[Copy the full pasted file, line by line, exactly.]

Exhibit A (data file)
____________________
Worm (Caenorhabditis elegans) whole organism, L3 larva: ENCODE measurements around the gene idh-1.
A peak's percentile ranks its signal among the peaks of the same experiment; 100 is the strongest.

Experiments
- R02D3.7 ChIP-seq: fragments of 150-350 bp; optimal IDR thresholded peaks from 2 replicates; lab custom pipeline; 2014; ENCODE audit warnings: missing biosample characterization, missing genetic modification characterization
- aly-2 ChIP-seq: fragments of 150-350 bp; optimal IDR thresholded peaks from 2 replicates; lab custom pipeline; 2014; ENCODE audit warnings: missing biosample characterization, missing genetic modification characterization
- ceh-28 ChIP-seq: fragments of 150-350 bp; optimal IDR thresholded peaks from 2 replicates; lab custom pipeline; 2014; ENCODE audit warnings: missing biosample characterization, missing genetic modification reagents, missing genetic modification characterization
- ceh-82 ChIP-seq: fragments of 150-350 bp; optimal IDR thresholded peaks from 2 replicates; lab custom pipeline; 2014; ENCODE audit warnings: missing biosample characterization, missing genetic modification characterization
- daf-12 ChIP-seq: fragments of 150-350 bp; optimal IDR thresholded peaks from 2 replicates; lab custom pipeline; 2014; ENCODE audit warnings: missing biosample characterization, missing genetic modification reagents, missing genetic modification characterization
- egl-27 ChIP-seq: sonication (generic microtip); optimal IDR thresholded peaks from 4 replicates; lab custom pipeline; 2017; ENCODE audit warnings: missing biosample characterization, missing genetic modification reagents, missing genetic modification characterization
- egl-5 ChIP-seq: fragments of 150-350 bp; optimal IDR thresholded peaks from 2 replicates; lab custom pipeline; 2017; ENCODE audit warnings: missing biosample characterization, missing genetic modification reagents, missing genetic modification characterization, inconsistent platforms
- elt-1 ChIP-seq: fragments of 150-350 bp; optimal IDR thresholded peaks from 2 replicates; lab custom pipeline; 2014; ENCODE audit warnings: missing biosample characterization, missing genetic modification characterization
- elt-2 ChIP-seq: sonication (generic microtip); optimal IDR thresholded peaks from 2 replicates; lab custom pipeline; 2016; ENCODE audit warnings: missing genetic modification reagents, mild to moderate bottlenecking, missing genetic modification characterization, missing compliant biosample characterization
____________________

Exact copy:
Worm (Caenorhabditis elegans) whole organism, L3 larva: ENCODE measurements around the gene idh-1.
A peak's percentile ranks its signal among the peaks of the same experiment; 100 is the strongest.

Experiments
- R02D3.7 ChIP-seq: fragments of 150-350 bp; optimal IDR thresholded peaks from 2 replicates; lab custom pipeline; 2014; ENCODE audit warnings: missing biosample characterization, missing genetic modification characterization
- aly-2 ChIP-seq: fragments of 150-350 bp; optimal IDR thresholded peaks from 2 replicates; lab custom pipeline; 2014; ENCODE audit warnings: missing biosample characterization, missing genetic modification characterization
- ceh-28 ChIP-seq: fragments of 150-350 bp; optimal IDR thresholded peaks from 2 replicates; lab custom pipeline; 2014; ENCODE audit warnings: missing biosample characterization, missing genetic modification reagents, missing genetic modification characterization
- ceh-82 ChIP-seq: fragments of 150-350 bp; optimal IDR thresholded peaks from 2 replicates; lab custom pipeline; 2014; ENCODE audit warnings: missing biosample characterization, missing genetic modification characterization
- daf-12 ChIP-seq: fragments of 150-350 bp; optimal IDR thresholded peaks from 2 replicates; lab custom pipeline; 2014; ENCODE audit warnings: missing biosample characterization, missing genetic modification reagents, missing genetic modification characterization
- egl-27 ChIP-seq: sonication (generic microtip); optimal IDR thresholded peaks from 4 replicates; lab custom pipeline; 2017; ENCODE audit warnings: missing biosample characterization, missing genetic modification reagents, missing genetic modification characterization
- egl-5 ChIP-seq: fragments of 150-350 bp; optimal IDR thresholded peaks from 2 replicates; lab custom pipeline; 2017; ENCODE audit warnings: missing biosample characterization, missing genetic modification reagents, missing genetic modification characterization, inconsistent platforms
- elt-1 ChIP-seq: fragments of 150-350 bp; optimal IDR thresholded peaks from 2 replicates; lab custom pipeline; 2014; ENCODE audit warnings: missing biosample characterization, missing genetic modification characterization
- elt-2 ChIP-seq: sonication (generic microtip); optimal IDR thresholded peaks from 2 replicates; lab custom pipeline; 2016; ENCODE audit warnings: missing genetic modification reagents, mild to moderate bottlenecking, missing genetic modification characterization, missing compliant biosample characterization